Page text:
Q: What if to save money and keep my technology hidden, I just want to file trade secrets instead? What are the pros/cons?

Companies choose trade secrets over patents for three main reasons: to avoid the costly patenting process, to avoid disclosing company technologies through patent publications, and to take advantage of trade secret protection for a period longer than the period for patent protection (20 years).

Trade secrets have considerable risks, however, and much weaker protections than patents. Though trade secret law allows you to go after employees who leak confidential information or companies that steal your technology, it does not protect you from competitors that independently develop your technology. In fact, your major competitor can patent the same invention and sue your company for infringement! Now that the US is switching to a first-to-file versus a first-to-invent system, the fact that your company invented the technology first will have less bearing in a patent lawsuit.

In addition – the common adage is that a secret is no longer a secret once two people know about it. The costs of separating manufacturing processes and concealing your technology may end up being more than patenting in the first place.


Q: We are a small company with an even smaller budget. What should we expect to spend?

The cost of filing a patent application with the USPTO may be in the range of a few hundred dollars to a couple thousand, depending on the number of claims. This is only a small part of the expense, however, as attorney’s fees, prior art searches, and professional drawings may range from $5000 to $20000+ depending on the complexity of the technology. Don’t fret too much about the fees, however, as patent protection is crucial for most tech industries – and may be an important component to getting your start-up funded in the first place.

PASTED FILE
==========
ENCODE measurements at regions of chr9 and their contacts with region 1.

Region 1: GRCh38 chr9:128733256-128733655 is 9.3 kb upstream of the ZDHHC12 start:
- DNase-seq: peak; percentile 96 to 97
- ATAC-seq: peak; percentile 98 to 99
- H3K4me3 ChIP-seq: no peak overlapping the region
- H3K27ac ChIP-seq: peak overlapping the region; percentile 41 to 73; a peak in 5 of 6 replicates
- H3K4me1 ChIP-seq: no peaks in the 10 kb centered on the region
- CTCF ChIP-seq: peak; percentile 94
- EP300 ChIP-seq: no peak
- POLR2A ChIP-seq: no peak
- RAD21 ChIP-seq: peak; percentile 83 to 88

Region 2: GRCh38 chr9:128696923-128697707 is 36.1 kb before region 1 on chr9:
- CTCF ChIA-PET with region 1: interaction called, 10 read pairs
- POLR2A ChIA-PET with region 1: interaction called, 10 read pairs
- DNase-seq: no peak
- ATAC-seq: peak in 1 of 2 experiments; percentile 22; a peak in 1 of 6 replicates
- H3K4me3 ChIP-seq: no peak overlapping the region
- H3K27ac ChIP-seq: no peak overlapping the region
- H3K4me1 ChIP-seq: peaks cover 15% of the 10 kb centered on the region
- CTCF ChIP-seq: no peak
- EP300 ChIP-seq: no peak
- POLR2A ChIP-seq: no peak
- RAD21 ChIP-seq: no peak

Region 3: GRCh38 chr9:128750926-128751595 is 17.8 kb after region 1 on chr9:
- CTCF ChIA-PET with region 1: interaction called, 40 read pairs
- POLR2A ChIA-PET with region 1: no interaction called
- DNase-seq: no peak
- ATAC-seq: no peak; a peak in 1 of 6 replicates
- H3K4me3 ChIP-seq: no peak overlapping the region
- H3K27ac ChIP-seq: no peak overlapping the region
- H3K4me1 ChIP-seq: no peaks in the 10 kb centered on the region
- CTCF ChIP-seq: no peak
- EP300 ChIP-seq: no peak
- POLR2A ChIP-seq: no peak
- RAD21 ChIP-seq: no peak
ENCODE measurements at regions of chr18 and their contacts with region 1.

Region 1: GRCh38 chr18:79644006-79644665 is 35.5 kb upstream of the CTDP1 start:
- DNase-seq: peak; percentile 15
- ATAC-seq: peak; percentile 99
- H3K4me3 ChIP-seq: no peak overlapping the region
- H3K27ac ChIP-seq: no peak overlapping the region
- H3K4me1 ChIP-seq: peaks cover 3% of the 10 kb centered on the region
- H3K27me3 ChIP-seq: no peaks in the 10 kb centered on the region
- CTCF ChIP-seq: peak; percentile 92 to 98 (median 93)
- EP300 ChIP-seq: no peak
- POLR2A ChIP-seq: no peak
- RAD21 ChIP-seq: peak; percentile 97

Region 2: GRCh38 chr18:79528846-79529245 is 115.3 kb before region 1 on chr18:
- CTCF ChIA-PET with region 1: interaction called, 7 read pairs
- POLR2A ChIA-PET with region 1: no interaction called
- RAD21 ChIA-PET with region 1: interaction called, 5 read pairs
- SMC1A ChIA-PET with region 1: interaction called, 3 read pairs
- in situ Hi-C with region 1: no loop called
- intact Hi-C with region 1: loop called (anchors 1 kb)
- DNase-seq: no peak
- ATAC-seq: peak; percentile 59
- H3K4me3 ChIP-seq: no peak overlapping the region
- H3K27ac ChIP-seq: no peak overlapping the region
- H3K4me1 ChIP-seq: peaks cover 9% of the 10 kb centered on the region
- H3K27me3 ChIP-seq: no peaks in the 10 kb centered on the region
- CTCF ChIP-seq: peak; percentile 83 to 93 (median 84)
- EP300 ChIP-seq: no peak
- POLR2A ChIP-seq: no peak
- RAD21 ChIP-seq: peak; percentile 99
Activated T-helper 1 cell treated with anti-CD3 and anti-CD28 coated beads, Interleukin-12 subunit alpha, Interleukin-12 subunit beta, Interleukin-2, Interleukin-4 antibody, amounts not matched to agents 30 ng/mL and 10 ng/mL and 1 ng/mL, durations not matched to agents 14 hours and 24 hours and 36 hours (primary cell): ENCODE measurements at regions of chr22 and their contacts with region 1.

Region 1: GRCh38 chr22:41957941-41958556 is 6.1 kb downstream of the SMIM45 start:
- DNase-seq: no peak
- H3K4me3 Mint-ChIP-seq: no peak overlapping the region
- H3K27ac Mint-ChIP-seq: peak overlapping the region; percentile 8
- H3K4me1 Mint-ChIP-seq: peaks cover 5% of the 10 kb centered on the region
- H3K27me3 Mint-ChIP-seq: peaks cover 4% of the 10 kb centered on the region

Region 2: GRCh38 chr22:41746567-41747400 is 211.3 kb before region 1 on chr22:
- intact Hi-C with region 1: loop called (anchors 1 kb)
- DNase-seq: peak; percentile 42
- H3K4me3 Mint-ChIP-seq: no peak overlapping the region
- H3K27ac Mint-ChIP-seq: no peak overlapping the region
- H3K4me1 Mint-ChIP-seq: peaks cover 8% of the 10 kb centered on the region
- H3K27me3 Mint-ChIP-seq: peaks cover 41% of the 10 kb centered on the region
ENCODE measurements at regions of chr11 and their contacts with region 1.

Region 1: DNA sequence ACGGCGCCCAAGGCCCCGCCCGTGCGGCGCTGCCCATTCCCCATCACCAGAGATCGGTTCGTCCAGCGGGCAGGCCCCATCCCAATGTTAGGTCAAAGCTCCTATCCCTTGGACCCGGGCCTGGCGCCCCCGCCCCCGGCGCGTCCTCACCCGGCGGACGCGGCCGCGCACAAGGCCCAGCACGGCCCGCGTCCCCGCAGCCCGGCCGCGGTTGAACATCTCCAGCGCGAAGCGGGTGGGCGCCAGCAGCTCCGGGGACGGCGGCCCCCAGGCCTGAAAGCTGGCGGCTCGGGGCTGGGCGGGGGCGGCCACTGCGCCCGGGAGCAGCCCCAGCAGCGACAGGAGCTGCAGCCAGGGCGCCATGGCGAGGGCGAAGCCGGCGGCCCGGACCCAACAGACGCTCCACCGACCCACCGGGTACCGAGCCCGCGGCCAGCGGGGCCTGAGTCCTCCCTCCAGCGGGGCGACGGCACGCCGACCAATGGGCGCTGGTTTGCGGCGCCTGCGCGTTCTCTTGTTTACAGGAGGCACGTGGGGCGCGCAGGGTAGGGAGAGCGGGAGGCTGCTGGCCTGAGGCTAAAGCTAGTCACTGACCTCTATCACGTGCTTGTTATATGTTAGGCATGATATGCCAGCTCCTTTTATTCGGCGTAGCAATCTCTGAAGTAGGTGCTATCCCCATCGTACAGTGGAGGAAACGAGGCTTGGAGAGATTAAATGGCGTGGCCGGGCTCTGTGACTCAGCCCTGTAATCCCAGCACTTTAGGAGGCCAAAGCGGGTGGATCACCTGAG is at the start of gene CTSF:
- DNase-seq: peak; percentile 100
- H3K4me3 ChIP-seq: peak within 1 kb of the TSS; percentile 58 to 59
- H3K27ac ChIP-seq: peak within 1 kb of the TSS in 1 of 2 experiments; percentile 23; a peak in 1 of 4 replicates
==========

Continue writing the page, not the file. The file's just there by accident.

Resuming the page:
In the long term, a company will generally need to spend $1 million over the course of a patent’s lifetime (20 years) for application fees, attorney fees, and renewal fees. This makes it critical for companies to constantly re-evaluate their patent portfolios over time to ensure that their patents are still providing value for their product development, or should instead be licensed or sold to prospective buyers for additional revenue.


Q: Are there ways we can do any of this on our own or through more affordable, alternative service offerings and tools?

Before seeking help from outside consultants or counsel, a start-up can define their product development goals and the purpose behind any patenting regime. This will help narrow the scope of patent searches and patent filings, reducing the costs of each.

IP Checkups provides custom patent searches, landscape analysis, and strategic advice for startups at a reduced fee, such that start-ups need not waste time on cumbersome Google patent searches, or money on licenses for expensive patent search products. All of these services are provided in collaboration with your start-up – so the more upfront work you can do in developing your patenting goals, the lower our fees will be.

In addition, our subscription-based PatentCAM service provides patent search, monitoring, and analytics services in an online database. Your patent searches of interest are updated on a weekly or monthly basis, allowing you to avoid paying attorney or consultant fees for each new prior art search or patent landscape analysis.

DISCLAIMER: IP Checkups is a research firm that provides technical analysis and technical opinions. IP Checkups is not a law firm. The research, technical analysis and/or work proposed or provided by IP Checkups and contained herein is not a legal opinion and should not be construed as such.